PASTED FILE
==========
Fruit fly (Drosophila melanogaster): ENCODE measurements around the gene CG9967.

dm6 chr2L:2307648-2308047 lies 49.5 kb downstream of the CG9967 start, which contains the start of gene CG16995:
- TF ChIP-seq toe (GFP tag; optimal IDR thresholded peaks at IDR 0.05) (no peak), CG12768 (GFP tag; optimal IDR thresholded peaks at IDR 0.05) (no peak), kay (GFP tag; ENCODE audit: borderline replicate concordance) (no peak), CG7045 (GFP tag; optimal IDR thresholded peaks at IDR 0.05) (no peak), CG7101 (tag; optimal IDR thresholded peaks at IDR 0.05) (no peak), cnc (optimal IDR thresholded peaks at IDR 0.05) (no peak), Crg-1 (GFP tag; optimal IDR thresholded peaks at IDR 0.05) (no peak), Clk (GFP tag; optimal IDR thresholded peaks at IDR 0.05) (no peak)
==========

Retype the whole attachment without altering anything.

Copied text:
Fruit fly (Drosophila melanogaster): ENCODE measurements around the gene CG9967.

dm6 chr2L:2307648-2308047 lies 49.5 kb downstream of the CG9967 start, which contains the start of gene CG16995:
- TF ChIP-seq toe (GFP tag; optimal IDR thresholded peaks at IDR 0.05) (no peak), CG12768 (GFP tag; optimal IDR thresholded peaks at IDR 0.05) (no peak), kay (GFP tag; ENCODE audit: borderline replicate concordance) (no peak), CG7045 (GFP tag; optimal IDR thresholded peaks at IDR 0.05) (no peak), CG7101 (tag; optimal IDR thresholded peaks at IDR 0.05) (no peak), cnc (optimal IDR thresholded peaks at IDR 0.05) (no peak), Crg-1 (GFP tag; optimal IDR thresholded peaks at IDR 0.05) (no peak), Clk (GFP tag; optimal IDR thresholded peaks at IDR 0.05) (no peak)